1052. Cost-Effectiveness of Daptomycin versus Vancomycin in the Treatment of Patients with Methicillin-Resistant Staphylococcus aureus Bloodstream Infections
Session: Poster Abstract Session: Stewardship: Improving Treatments
Friday, October 4, 2013
Room: The Moscone Center: Poster Hall C

Methicillin-resistant Staphylococcus aureus (MRSA) has become an increasingly predominant pathogen in bloodstream infections and is associated with significantly increased costs compared to methicillin-sensitive Staphylococcus aureus. Concern over rising minimum inhibitory concentrations to vancomycin has led to increased use of alternative therapies, such as daptomycin, which are more expensive but have demonstrated cost-effectiveness due to decreased length of antibiotic therapy and decreased length of stay. As a quality control assessment for our antimicrobial stewardship program, we evaluated MRSA bloodstream infections to determine the cost-effectiveness of daptomycin versus vancomycin therapy.


Patients were retrospectively selected by positive blood culture with MRSA between July 1st, 2011 through December 31st, 2012. Patients were categorized into one of three groups: treatment with vancomycin alone, treatment with daptomycin alone, or initial vancomycin treatment with subsequent switch to daptomycin. We compared length of stay (LOS), total direct hospital cost (TDHC), total infection-related cost (TIRC), and in-hospital mortality.


102 patients received vancomycin alone, 9 received daptomycin alone, and 51 received vancomycin then were switched to daptomycin. The daptomycin and vancomycin groups differed numerically in LOS (12.1 days vs 15.1 days; p=0.60) and were comparable in TDHC ($24,883 vs $25,663; p=0.32). Compared to the vancomycin group, the group switched from vancomycin to daptomycin had a statistically significant higher LOS (17.9 days vs 15.1 days; p=0.02), TDHC ($38,476 vs $25,663; p=0.0001), and TIRC ($31,793 vs $16,703; p<0.001). There was no statistically significant difference in mortality between the three groups.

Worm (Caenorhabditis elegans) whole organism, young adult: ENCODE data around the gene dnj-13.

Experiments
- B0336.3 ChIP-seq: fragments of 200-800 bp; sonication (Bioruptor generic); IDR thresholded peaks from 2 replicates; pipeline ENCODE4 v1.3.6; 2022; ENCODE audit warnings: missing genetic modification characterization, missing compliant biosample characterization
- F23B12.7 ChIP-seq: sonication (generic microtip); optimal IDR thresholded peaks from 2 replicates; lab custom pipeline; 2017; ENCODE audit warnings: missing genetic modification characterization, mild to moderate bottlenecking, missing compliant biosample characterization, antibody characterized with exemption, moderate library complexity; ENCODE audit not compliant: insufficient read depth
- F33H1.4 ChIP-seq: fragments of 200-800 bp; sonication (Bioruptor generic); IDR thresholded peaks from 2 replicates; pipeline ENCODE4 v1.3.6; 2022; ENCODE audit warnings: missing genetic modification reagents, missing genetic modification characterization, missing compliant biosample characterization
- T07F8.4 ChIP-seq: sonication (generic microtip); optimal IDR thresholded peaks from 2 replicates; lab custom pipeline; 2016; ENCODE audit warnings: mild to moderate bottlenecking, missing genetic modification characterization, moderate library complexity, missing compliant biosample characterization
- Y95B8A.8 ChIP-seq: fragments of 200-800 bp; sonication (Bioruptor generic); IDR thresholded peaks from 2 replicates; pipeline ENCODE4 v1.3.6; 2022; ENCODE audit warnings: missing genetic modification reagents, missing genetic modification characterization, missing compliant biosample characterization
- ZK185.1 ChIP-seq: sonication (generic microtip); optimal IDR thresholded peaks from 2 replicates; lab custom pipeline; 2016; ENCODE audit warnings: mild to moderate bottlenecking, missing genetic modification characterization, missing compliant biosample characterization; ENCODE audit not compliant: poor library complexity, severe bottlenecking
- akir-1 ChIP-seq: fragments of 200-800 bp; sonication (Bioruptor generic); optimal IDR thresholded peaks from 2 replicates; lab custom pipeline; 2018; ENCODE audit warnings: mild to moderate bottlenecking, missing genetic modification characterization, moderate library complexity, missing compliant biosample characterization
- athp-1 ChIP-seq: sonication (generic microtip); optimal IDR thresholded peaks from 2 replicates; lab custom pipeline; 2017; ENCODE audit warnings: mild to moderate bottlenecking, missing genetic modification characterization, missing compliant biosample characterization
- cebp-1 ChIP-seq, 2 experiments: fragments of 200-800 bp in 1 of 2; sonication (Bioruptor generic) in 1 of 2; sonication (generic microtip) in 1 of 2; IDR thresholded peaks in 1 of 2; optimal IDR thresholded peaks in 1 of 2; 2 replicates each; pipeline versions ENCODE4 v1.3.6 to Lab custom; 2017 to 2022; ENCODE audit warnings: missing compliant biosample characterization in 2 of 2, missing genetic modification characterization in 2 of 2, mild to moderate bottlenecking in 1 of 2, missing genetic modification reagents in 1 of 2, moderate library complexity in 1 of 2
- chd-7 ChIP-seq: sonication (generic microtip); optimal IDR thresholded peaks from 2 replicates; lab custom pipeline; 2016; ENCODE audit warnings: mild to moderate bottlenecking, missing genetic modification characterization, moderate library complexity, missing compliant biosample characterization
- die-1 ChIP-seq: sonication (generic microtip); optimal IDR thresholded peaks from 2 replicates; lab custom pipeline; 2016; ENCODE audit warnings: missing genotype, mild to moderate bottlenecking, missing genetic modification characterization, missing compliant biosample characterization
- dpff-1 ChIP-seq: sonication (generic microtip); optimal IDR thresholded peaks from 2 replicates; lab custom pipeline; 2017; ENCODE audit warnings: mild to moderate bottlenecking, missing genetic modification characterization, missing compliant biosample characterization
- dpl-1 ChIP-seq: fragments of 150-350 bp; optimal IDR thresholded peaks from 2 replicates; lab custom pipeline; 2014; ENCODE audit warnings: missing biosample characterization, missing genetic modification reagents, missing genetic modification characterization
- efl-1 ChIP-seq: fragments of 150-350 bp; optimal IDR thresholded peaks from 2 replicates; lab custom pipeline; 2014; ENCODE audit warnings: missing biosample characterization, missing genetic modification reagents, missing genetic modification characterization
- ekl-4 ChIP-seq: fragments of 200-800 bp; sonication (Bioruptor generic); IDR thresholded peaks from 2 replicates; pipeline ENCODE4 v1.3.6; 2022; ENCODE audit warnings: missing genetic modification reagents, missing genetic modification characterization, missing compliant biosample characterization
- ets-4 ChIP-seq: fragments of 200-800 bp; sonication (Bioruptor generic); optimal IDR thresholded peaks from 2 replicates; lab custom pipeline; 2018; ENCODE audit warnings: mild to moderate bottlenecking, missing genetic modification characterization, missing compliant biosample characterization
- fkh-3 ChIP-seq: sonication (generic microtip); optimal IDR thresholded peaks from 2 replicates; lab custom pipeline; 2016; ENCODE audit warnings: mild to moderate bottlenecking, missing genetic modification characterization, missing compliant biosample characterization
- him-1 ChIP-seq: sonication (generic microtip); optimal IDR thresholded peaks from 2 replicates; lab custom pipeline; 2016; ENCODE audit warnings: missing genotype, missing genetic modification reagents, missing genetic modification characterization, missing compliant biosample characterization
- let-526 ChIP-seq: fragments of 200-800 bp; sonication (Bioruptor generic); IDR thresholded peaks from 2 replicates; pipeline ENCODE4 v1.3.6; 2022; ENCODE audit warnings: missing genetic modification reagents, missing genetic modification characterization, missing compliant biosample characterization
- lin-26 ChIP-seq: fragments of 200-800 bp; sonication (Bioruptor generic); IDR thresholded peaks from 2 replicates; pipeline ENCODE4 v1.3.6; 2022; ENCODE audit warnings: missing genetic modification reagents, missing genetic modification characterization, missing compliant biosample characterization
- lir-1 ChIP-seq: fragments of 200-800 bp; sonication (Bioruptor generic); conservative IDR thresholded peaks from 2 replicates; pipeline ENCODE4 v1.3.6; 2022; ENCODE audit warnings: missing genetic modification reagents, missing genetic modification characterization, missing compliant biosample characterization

Despite the higher cost of daptomycin, patients had a numerically lower LOS and comparable TDHC when treated with daptomycin alone versus vancomycin alone. This was likely not statistically significant due to the low power of the study. Patients treated initially with vancomycin then switched to daptomycin had an increase in all endpoints except mortality compared to those treated with vancomycin alone. Patient level clinical characteristics need further evaluation.

Amber Vasquez, MD, Internal Medicine - Infectious Diseases, The Ohio State University, Columbus, OH, Kurt Stevenson, MD, MPH, Ohio State University Wexner Medical Center, Columbus, OH and Jessica E. West, MSPH, Infectious Diseases, The Ohio State University Wexner Medical Center, Columbus, OH


A. Vasquez, None

K. Stevenson, None

J. E. West, None

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